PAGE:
"Some of the people there should be thrown in a hornet's nest. Having discovered an intelligent humanoid alien, they treat it like a bacteria colony. He was nearly poisoned from the meteors by the time I got there. What a ridiculous waste." Lex threw his notepad on the desk.
"You certainly seem passionate about this. So I take it you want to provide an exercise yard and the like?"
"Actually, I was planning on moving him outside the laboratory altogether. A residence could be made secure, perhaps the castle or something similar. You've pretty much exhausted the benefits of pure laboratory research, and I want to broaden the scope."
"Very ambitious. Inform me when you think you've devised suitable security." Lionel smiled smugly.
"One more thing." Lex tore off a page of the notepad. "The following individuals have molested the alien at some point since his discovery. I trust you will make appropriate arrangements." He picked up his notebook and strode away.
Lex left the facility with his head spinning. Between what he'd heard from the alien, and the files Dr. Miller showed him in an attempt to justify the current arrangements, the possibilities were almost overwhelming. Apparently, before they'd begin using the meteorites continuously, the alien had shown extremes of strength, speed, and resistance to injury far beyond human limits. And this was as a child. If the strength and speed grew at the same rate as humans, he would be unstoppable by now.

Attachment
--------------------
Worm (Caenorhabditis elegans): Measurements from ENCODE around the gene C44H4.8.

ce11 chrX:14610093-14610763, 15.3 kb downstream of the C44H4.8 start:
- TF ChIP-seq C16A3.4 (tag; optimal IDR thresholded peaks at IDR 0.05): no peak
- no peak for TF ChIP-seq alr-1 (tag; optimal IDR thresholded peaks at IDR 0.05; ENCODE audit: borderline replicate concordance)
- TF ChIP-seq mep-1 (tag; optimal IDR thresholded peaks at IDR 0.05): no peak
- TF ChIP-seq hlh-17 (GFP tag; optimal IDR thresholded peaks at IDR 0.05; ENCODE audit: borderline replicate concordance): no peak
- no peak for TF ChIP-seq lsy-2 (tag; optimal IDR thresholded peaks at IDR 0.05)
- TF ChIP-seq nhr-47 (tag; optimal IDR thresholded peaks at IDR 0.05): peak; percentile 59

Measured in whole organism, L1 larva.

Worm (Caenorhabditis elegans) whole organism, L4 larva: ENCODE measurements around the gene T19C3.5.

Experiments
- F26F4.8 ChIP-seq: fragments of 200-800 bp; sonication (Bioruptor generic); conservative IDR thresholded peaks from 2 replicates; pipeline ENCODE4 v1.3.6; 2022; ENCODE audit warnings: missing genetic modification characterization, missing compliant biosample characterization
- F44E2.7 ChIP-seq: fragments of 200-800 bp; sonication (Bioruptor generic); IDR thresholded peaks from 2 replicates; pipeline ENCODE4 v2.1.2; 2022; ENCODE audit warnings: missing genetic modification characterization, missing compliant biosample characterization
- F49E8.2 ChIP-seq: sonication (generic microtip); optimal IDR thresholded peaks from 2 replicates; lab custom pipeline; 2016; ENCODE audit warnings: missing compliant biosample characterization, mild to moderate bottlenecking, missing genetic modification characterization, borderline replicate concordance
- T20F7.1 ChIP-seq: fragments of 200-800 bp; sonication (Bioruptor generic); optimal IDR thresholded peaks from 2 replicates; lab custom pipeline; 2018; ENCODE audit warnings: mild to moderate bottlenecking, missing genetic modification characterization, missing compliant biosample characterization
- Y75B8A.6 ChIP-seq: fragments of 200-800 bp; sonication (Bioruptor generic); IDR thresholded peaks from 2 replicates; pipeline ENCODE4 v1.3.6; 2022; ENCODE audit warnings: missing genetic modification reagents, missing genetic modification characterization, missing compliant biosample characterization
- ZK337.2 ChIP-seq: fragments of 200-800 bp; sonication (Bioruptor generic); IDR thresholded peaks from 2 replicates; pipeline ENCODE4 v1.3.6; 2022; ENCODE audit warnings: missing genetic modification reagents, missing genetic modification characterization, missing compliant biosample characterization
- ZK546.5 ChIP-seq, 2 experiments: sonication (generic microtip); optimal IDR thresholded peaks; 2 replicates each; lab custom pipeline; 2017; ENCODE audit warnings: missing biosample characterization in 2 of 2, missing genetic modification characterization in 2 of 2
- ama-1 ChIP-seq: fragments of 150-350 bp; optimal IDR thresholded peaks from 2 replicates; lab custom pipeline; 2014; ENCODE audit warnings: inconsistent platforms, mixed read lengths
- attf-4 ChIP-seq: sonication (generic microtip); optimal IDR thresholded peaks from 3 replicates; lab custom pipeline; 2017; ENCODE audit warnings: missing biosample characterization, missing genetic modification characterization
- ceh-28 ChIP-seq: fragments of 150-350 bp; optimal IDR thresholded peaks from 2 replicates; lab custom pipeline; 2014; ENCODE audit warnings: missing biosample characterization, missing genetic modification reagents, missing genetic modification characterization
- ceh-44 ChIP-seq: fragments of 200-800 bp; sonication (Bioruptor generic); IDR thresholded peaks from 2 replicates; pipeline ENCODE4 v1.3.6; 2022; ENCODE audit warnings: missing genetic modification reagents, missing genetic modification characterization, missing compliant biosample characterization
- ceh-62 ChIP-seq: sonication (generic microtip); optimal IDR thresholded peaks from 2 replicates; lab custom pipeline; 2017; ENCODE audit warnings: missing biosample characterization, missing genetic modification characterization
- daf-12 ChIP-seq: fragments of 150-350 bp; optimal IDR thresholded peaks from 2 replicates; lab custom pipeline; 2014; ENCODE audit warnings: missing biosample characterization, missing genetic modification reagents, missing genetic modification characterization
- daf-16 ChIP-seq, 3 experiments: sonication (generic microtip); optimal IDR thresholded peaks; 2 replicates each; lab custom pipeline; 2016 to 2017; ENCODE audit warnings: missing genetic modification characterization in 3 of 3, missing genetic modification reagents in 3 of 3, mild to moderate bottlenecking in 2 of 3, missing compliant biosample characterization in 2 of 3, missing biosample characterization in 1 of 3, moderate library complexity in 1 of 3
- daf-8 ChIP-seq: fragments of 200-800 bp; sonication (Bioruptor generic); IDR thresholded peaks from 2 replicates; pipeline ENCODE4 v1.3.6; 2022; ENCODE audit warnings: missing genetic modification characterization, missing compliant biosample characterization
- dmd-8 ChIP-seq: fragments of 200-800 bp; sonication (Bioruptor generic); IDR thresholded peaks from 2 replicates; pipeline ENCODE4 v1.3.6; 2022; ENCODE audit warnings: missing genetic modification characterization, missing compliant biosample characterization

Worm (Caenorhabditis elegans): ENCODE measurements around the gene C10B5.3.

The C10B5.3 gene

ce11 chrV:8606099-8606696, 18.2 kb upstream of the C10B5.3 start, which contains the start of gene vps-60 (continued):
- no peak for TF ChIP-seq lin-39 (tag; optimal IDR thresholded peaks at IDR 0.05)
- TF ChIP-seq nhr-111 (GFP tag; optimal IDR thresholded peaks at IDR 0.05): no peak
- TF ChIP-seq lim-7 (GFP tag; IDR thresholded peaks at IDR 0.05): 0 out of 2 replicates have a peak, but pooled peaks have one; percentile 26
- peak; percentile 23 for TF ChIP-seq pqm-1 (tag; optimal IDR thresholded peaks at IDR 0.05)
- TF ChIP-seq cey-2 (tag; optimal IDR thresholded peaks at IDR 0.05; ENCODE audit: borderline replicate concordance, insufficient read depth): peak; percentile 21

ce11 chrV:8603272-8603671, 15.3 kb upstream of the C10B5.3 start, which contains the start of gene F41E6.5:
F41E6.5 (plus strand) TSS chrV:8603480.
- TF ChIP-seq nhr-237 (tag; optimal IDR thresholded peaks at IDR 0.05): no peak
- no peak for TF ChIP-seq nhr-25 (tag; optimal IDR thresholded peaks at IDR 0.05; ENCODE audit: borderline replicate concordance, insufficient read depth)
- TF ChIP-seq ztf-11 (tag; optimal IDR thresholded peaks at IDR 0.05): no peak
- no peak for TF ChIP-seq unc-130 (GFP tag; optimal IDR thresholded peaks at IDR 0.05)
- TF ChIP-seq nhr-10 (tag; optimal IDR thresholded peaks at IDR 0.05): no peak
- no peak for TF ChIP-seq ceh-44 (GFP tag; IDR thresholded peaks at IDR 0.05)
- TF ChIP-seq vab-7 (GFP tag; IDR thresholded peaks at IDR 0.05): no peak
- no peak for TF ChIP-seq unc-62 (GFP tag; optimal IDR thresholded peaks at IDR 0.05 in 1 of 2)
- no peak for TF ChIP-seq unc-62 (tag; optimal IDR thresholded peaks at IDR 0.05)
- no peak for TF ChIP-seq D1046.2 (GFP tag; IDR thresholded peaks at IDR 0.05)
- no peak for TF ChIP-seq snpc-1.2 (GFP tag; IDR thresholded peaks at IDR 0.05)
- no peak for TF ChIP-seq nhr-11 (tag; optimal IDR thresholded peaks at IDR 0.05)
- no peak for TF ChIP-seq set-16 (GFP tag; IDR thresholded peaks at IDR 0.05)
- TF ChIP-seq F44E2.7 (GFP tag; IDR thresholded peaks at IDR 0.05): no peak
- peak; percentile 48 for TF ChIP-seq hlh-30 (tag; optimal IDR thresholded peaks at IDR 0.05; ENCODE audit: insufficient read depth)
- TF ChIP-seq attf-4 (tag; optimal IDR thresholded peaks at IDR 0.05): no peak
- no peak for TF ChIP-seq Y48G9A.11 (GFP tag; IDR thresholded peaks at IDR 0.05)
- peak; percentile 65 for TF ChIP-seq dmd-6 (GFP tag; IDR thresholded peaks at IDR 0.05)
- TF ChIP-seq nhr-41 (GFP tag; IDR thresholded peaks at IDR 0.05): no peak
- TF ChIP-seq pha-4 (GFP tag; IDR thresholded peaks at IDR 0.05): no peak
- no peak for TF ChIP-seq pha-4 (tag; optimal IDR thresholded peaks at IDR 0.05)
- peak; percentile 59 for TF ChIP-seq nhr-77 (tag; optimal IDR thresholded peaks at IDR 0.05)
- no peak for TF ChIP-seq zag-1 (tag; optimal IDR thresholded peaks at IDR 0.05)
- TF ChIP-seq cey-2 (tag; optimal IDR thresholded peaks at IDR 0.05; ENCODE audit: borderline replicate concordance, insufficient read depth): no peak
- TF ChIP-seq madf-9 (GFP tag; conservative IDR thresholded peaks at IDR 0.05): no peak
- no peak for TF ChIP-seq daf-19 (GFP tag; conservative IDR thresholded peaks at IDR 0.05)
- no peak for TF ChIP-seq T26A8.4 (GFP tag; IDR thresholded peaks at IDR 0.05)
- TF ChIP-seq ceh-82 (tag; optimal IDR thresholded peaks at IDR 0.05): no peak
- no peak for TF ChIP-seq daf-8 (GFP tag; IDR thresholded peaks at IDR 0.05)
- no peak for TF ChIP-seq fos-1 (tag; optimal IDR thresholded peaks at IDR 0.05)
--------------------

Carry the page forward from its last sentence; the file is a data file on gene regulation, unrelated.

His whole life, Lex had been awaiting a battle with his father. It hovered like a storm cloud on the horizon, like the mounting tension that spread through Europe in 1914, waiting for a spark to set it off. He'd avoided it, faced with endless rigged power games, designed to highlight his weaknesses. Waiting for a move his father wouldn't anticipate.
He'd show the alien boy new possibilities. A degree of freedom, room to stretch his legs and see the sun. A chance to live as a person, and not a thing. The boy would become strong, and learn to use his strengths, and Lex would be there every step of the way. Kindness, every step of freedom, and limitless strength would all be brought by Lex. Pain, suffering and a locked cage would all be associated with Lionel. And when it was time to make his move, Lex would have an ally beyond the reckoning of mortal men.
Lex stepped outside, blinking into the blinding light of day.